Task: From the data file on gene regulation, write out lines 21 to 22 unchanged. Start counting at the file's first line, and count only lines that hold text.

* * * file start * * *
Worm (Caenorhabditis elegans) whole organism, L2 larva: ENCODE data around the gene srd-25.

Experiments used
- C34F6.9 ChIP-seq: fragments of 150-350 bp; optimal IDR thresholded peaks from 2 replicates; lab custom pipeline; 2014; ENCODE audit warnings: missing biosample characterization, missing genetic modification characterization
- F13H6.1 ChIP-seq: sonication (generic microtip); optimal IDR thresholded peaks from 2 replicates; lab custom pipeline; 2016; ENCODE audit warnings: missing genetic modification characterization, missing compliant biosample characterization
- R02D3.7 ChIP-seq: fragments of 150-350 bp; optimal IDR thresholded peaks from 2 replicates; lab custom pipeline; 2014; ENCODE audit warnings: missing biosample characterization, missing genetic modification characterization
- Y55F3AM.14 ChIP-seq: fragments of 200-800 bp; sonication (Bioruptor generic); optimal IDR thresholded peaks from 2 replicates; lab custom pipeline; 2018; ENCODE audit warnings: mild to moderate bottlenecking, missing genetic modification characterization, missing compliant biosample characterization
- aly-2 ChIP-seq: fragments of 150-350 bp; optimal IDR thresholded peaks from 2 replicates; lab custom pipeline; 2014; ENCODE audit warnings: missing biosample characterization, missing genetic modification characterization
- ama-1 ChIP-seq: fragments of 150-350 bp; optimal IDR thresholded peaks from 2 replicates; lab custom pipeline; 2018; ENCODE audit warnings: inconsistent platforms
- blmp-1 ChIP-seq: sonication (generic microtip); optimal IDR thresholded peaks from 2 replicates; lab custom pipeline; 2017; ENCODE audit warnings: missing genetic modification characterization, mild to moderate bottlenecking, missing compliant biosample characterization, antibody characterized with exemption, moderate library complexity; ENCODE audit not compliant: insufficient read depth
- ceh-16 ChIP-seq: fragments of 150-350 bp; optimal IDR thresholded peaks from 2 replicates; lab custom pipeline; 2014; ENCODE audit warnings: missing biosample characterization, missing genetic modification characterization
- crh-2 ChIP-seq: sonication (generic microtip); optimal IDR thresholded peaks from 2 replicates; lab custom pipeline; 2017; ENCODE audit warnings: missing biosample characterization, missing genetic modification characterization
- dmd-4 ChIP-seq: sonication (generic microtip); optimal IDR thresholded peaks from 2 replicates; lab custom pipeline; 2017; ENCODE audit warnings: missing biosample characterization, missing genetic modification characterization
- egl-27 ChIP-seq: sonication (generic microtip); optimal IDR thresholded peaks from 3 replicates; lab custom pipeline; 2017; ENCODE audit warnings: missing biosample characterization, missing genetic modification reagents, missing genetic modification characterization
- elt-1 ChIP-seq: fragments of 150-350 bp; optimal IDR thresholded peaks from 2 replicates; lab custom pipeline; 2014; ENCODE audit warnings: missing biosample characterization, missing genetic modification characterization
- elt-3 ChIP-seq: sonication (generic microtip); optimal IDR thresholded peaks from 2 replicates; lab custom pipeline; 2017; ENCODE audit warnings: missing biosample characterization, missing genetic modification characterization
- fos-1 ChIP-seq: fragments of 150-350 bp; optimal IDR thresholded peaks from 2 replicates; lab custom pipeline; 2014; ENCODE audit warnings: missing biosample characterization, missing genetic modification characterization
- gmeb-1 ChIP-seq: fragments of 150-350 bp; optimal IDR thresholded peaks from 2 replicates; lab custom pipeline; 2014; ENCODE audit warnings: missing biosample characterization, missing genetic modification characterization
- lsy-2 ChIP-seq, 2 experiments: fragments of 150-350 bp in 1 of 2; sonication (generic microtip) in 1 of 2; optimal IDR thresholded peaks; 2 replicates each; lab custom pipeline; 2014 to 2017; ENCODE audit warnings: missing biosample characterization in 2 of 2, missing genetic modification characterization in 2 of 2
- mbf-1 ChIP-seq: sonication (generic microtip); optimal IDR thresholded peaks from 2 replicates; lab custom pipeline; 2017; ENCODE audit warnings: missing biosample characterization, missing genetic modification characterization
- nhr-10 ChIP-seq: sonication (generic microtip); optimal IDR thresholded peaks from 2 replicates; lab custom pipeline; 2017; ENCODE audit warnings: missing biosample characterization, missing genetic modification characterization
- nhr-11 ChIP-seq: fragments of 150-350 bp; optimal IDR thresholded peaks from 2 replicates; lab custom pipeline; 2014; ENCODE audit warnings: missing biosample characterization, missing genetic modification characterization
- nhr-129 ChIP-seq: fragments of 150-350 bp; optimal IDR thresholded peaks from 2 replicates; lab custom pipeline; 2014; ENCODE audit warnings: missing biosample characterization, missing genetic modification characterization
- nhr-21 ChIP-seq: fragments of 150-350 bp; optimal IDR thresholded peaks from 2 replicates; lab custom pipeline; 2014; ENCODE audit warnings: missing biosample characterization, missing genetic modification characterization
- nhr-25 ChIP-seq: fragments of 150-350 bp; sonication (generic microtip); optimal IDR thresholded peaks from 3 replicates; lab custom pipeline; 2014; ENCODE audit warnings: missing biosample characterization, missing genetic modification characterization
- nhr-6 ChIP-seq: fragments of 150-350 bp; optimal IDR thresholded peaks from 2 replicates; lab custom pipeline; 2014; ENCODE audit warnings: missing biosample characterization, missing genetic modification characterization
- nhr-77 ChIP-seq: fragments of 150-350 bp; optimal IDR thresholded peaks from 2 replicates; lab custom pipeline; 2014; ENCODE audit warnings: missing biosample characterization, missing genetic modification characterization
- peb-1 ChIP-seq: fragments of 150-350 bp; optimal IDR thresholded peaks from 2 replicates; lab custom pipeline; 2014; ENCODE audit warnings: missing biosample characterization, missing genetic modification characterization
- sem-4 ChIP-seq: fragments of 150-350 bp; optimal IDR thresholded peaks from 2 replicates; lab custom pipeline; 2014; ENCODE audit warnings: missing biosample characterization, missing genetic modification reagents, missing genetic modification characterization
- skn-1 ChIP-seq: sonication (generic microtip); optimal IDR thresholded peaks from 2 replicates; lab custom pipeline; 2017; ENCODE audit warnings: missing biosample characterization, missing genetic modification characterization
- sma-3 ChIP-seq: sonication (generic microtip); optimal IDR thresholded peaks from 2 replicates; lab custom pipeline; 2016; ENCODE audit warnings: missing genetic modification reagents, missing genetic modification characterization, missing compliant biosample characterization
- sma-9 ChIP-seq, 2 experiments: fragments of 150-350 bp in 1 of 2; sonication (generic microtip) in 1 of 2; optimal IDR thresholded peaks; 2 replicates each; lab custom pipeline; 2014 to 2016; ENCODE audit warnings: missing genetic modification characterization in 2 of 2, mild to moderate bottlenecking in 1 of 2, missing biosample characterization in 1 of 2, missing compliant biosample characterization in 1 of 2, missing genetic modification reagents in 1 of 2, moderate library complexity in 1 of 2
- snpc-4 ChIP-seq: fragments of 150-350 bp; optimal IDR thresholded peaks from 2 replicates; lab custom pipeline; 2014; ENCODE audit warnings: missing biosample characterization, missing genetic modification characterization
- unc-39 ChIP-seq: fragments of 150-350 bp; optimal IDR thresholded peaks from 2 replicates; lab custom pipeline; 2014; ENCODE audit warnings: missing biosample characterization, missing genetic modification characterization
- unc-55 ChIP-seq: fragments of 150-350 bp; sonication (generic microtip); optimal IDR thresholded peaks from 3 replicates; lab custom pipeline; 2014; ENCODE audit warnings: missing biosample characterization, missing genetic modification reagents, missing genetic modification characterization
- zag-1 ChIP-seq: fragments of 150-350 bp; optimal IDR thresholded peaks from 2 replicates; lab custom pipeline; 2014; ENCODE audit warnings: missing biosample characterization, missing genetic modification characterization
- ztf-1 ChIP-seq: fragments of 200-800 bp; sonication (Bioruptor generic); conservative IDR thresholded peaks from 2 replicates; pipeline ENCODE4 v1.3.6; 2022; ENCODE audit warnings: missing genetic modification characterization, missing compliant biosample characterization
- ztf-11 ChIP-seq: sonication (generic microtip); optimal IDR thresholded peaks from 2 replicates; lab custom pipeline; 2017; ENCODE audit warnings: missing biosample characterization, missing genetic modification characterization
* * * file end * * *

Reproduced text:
- nhr-11 ChIP-seq: fragments of 150-350 bp; optimal IDR thresholded peaks from 2 replicates; lab custom pipeline; 2014; ENCODE audit warnings: missing biosample characterization, missing genetic modification characterization
- nhr-129 ChIP-seq: fragments of 150-350 bp; optimal IDR thresholded peaks from 2 replicates; lab custom pipeline; 2014; ENCODE audit warnings: missing biosample characterization, missing genetic modification characterization